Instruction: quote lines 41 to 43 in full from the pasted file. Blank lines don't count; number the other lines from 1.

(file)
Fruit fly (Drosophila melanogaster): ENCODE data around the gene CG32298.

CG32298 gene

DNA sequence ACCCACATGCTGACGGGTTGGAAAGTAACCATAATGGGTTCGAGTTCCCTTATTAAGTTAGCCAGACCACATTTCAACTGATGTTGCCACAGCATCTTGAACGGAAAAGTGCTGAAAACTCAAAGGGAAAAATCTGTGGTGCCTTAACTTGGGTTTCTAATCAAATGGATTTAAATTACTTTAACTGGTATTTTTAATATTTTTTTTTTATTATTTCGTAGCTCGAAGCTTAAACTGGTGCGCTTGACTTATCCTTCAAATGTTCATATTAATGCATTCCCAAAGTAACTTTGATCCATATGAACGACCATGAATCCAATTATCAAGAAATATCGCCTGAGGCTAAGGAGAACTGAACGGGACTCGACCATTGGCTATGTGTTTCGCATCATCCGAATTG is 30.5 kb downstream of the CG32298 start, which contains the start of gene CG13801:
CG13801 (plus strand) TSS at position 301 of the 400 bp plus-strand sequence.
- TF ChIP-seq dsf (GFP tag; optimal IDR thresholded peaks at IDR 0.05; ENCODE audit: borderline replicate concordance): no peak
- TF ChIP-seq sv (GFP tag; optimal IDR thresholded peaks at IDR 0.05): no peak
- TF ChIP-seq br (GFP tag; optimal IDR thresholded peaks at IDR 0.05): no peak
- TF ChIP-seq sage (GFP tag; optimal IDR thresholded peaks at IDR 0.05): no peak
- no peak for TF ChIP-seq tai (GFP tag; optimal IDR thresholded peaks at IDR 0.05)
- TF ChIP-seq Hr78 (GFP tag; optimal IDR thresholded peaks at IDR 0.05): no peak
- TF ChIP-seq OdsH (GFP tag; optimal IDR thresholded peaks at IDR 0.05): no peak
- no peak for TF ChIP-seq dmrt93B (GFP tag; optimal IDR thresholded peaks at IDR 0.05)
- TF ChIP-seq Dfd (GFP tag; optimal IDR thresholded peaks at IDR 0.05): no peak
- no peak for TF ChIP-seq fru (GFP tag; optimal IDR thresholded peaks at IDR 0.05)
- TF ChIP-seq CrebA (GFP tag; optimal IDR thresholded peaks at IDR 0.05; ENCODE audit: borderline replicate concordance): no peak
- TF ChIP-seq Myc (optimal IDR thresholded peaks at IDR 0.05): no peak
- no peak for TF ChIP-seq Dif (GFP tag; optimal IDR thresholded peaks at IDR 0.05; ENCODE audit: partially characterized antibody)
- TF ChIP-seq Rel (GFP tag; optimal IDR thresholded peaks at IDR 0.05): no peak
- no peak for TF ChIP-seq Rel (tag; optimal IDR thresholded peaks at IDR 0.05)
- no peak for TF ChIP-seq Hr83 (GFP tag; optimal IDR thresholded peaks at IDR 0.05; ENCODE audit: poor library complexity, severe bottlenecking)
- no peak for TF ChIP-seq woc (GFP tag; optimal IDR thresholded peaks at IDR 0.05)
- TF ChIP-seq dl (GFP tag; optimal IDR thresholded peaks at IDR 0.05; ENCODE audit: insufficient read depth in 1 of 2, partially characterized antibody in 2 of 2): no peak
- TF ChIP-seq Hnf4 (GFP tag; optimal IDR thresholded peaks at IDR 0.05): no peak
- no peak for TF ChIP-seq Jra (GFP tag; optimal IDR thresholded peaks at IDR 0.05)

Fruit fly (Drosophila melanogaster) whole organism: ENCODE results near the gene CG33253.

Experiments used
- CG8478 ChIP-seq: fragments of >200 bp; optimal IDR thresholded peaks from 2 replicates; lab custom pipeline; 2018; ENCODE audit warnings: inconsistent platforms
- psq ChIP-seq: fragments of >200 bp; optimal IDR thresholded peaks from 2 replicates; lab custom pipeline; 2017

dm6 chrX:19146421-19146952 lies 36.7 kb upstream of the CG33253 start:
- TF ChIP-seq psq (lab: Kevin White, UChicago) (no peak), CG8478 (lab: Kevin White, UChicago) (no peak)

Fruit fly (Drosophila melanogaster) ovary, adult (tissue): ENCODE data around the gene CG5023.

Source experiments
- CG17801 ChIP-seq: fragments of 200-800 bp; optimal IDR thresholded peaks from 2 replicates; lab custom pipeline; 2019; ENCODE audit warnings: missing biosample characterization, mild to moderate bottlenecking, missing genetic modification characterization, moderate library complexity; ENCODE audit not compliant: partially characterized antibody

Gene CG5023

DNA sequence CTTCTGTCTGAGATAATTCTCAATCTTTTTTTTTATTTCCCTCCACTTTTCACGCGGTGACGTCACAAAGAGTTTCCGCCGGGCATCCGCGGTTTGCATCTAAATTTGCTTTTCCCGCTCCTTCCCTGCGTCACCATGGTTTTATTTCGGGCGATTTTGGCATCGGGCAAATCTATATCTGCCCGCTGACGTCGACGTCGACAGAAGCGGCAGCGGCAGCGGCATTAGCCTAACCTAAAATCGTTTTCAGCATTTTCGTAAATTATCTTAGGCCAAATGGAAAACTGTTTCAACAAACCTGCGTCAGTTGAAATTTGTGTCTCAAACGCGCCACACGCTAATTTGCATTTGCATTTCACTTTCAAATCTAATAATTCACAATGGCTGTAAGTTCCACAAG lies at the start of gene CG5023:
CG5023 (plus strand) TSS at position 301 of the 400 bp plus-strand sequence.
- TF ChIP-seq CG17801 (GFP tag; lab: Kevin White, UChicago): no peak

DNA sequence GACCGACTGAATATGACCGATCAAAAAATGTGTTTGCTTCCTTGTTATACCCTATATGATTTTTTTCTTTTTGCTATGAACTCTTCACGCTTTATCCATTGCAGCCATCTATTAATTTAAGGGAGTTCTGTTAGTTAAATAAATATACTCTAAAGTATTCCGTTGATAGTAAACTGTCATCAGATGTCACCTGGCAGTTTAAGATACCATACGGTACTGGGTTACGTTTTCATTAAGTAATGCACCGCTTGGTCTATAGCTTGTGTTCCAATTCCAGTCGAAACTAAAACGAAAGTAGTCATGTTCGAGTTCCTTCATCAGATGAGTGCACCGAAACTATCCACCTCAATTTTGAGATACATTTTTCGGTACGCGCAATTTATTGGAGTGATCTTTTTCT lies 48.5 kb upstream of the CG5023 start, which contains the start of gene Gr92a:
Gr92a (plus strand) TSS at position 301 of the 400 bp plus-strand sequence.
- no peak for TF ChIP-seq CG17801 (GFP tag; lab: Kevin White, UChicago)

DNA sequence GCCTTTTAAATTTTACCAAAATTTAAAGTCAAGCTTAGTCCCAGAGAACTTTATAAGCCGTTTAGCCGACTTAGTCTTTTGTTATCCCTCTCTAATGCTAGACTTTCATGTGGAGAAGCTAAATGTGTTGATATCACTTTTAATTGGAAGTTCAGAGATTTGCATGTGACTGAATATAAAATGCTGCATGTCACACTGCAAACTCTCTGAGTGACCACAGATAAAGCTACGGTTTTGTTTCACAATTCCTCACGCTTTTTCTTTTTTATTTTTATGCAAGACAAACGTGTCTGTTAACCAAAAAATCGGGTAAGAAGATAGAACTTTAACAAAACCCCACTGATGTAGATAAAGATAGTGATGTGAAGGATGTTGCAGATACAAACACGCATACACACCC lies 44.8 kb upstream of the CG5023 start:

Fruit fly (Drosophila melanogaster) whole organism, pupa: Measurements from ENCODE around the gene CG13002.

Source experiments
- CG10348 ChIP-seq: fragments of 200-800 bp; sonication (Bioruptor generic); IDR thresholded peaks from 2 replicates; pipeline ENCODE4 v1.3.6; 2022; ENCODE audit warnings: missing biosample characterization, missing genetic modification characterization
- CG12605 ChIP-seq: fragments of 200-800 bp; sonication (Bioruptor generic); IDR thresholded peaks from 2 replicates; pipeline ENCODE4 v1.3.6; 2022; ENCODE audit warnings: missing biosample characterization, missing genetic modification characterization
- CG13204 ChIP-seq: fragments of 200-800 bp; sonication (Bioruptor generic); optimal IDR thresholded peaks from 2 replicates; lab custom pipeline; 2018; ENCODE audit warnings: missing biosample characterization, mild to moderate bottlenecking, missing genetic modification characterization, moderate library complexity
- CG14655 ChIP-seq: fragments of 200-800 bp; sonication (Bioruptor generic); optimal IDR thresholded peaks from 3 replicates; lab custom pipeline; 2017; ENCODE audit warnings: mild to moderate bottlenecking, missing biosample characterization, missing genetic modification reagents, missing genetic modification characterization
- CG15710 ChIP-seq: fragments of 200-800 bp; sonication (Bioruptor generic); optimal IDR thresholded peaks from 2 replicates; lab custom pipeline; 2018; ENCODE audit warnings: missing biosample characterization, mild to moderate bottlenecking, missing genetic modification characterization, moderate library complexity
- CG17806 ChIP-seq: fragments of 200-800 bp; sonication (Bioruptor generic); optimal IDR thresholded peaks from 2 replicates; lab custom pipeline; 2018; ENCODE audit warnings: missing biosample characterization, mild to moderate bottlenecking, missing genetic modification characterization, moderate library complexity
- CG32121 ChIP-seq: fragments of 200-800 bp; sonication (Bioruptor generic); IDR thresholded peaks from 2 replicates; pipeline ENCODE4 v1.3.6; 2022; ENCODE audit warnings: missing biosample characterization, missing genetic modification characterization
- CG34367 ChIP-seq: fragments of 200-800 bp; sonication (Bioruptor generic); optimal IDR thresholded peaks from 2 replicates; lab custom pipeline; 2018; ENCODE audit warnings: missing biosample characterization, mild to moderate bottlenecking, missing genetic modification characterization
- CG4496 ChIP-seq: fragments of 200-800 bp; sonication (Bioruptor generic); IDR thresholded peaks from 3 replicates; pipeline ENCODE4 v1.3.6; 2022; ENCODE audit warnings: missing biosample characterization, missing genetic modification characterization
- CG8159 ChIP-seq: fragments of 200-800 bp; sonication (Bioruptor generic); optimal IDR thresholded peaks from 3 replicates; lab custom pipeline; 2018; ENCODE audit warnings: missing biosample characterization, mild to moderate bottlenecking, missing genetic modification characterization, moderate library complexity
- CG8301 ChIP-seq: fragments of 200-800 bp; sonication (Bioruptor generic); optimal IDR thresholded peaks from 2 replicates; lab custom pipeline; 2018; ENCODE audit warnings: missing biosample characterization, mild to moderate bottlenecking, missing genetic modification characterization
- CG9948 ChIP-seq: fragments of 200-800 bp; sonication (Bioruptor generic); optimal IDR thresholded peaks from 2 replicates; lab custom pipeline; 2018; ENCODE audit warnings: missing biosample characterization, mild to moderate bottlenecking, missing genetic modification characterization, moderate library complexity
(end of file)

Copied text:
DNA sequence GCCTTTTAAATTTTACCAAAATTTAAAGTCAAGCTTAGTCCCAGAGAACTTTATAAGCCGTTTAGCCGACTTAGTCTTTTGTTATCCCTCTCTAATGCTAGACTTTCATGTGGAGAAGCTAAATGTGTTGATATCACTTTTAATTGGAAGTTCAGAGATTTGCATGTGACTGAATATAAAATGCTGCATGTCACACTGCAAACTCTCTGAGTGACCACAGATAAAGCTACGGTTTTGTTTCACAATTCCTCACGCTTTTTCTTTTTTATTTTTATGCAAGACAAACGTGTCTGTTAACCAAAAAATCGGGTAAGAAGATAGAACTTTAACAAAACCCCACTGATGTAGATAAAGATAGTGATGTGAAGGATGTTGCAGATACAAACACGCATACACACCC lies 44.8 kb upstream of the CG5023 start:

Fruit fly (Drosophila melanogaster) whole organism, pupa: Measurements from ENCODE around the gene CG13002.

Source experiments